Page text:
The Ashurst Emerging Artist Prize Judging Panel is a selection of highly respected and renowned individuals in the art world, who cover a wide range of viewpoints and varied tastes for all movements, mediums and types of fine art.
In the latest of a series of interviews, we ask our judge Dr David Bellingham the questions many artists have asked us as well as some that will help us get to know him better and some insight into his roles in the art world as art historian and art business expert.
If you have any new questions, feel free to comment below...
Q1: Tell us about your pathway into the Arts?
My early background lacked any cultural capital so I found strange art and languages exotic and seductive. I fell for Latin language and everything about ancient Rome when at school and my father took me to Rome and Pompeii when I was 12. At that age I couldn’t stand anything Renaissance or Baroque, and modern and contemporary art was very much hidden from the wider public. I found myself with a degree in Latin with Classical Archaeology and researching ancient Pompeian wall-paintings for my PHD. This was partly a study of the site-specificity of fresco paintings designed to remain in a particular room, and my discoveries led me away from written language towards visual culture. I lectured in Classical Studies and then moved to Sotheby’s Institute where, as Programme Director of the MA in Art Business, I have learnt to engage with art from every period and nation. On the programme we visit a lot of emerging galleries and this has allowed me to develop an awareness in cutting-edge artistic practice as well as what galleries are looking for in emerging artists. I also get a lot of input from what my students like in art, and they are the future advisors, dealers and collectors of art.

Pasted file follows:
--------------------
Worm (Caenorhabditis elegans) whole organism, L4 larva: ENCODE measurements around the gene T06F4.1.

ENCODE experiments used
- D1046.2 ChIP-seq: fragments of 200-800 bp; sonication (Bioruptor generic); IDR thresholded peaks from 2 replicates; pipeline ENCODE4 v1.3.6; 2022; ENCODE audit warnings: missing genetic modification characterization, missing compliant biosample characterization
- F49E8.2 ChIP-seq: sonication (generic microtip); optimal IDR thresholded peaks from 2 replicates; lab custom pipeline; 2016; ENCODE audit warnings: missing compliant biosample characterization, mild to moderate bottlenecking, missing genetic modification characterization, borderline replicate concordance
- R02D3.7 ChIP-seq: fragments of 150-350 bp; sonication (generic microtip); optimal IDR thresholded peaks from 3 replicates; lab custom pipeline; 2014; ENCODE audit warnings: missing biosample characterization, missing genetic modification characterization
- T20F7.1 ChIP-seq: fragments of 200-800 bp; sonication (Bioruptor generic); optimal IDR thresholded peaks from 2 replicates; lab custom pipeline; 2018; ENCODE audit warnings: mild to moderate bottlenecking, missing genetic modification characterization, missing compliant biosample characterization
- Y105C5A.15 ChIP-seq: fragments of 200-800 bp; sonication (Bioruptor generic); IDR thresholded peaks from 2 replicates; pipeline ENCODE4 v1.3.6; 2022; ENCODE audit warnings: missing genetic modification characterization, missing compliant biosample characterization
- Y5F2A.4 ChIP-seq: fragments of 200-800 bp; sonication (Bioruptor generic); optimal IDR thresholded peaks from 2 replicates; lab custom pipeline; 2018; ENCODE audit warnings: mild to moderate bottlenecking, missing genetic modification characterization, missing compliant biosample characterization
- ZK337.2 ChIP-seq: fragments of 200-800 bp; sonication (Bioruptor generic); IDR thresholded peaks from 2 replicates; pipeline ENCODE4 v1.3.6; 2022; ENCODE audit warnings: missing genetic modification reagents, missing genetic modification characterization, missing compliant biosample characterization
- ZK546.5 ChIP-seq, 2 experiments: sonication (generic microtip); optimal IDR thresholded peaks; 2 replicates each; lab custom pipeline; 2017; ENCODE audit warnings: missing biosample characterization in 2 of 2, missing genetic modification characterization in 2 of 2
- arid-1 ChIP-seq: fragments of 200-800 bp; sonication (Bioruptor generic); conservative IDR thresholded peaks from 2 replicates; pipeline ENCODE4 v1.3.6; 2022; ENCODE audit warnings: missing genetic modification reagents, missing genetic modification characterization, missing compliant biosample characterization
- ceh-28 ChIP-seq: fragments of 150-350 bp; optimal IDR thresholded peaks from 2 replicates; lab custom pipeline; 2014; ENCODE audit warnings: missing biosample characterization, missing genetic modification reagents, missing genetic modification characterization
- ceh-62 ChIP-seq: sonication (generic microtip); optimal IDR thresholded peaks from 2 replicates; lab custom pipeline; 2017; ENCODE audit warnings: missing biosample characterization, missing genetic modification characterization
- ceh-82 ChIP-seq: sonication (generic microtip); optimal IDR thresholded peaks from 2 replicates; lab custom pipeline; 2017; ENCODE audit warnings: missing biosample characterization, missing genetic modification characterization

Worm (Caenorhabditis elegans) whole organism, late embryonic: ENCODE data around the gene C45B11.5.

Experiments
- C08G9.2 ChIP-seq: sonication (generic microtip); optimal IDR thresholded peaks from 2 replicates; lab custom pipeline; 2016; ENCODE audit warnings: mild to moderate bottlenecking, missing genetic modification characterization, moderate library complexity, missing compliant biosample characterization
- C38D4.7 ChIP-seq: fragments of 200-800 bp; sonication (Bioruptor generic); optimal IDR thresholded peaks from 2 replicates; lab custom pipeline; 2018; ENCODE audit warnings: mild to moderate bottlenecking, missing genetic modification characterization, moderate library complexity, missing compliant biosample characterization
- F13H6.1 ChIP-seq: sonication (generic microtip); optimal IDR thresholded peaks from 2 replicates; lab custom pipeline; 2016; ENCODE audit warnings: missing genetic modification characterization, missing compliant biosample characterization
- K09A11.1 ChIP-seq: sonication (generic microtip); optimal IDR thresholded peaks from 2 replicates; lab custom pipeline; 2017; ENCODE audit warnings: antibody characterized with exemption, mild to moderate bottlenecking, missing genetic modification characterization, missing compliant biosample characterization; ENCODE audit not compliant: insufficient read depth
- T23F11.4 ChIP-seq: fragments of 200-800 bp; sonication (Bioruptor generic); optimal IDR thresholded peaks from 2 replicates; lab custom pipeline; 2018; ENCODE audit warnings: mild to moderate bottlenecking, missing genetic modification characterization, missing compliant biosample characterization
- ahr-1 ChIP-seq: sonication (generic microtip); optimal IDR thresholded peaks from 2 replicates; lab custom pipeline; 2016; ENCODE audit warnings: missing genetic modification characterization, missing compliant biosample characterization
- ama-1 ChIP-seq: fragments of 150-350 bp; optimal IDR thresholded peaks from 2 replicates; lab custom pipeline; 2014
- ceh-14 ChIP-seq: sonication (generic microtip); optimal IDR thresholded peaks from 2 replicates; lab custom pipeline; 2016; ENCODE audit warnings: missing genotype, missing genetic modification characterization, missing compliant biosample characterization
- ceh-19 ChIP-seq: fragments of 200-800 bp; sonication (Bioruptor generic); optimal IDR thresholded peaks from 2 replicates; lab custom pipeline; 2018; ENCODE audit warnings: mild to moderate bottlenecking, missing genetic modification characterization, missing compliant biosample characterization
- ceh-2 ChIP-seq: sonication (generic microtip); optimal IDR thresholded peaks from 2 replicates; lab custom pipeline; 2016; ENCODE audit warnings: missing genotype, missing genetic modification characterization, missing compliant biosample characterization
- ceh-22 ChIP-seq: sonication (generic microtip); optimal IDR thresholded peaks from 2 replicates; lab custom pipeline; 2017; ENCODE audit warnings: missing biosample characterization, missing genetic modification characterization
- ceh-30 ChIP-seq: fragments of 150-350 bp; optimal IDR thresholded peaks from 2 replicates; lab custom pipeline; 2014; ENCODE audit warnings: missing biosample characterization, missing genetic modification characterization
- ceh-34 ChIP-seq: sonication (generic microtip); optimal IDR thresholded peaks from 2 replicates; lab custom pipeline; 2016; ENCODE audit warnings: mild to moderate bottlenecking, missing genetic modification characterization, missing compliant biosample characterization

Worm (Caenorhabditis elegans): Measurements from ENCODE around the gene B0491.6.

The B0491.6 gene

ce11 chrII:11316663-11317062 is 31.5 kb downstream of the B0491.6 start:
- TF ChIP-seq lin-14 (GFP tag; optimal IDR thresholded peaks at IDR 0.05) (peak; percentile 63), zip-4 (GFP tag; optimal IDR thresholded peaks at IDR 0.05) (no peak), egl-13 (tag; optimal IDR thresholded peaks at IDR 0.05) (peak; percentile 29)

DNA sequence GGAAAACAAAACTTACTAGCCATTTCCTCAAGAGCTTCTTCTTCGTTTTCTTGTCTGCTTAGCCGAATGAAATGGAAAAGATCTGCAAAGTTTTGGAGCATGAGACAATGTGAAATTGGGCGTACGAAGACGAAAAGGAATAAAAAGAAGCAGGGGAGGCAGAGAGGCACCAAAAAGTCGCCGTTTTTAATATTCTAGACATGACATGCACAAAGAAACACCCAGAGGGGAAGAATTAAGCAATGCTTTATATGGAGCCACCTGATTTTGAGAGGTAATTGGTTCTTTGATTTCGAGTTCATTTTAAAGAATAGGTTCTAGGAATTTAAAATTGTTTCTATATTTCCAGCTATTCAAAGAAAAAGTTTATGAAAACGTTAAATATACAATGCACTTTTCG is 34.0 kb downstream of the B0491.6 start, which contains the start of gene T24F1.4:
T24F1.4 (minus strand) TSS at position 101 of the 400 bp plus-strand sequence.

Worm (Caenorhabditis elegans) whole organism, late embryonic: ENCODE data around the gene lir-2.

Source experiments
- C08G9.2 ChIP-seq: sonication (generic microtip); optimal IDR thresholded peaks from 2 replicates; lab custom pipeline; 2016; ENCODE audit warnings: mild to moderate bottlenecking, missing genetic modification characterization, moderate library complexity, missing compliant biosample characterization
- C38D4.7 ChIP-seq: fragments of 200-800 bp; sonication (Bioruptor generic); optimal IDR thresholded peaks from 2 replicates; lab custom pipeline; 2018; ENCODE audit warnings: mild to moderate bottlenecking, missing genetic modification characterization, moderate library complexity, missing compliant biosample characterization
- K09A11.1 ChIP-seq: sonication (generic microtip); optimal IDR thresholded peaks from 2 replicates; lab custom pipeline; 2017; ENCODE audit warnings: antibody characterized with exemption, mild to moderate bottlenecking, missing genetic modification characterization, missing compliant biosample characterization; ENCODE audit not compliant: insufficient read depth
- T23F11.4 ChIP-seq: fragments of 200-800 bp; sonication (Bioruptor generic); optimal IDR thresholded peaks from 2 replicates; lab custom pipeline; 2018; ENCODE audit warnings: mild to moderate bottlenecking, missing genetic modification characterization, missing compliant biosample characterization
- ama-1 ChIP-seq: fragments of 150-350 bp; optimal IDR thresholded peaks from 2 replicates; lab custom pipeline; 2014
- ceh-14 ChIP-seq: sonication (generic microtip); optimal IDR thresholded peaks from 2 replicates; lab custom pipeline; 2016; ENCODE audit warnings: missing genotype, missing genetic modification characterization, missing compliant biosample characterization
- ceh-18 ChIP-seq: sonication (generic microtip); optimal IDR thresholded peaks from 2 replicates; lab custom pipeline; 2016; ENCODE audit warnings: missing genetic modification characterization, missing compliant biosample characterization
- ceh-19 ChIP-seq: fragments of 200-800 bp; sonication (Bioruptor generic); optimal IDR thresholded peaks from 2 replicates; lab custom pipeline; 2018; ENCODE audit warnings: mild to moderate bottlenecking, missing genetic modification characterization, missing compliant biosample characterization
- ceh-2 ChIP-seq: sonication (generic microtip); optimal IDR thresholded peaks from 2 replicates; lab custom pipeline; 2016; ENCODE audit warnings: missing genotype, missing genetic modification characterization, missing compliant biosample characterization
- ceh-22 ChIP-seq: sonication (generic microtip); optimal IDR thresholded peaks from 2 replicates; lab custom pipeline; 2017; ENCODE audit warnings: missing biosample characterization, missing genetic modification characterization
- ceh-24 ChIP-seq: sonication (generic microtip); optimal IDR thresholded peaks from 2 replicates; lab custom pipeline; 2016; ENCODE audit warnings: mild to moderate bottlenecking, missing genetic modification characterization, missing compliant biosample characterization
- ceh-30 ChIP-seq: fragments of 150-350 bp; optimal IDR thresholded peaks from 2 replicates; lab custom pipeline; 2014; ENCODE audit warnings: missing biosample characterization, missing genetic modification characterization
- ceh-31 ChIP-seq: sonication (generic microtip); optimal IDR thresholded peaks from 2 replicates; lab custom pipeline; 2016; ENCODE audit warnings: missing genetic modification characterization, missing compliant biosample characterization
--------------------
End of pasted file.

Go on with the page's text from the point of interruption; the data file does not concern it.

Q2: Do you have a favourite art movement or style? My early research interests in the fixed and site-specific nature of wall-paintings have remained with me.
I find art galleries generally dull, unexciting and overcrowded, and prefer the dynamics of seeing art as related by the artist to its immediate environmental contexts of space, light and intention. That means art in churches, banks, hospitals and town-halls, as well as in the streets of Camden, Shoreditch and Belleville (Paris). In the past five years or so, the art market has been driven by fashions in cross-collecting so I really no longer care much for a particular style or movement, just the way the artist responds with sensitivity and intelligence to the immediate environment, as well as the way the most switched-on curators and collectors create synchronic displays reflecting current socio-political interests in globalisation, sustainability, inclusivity and diversity.
Q3: What are your values within the arts – why do what you do and what do you wish to champion and develop within the art world?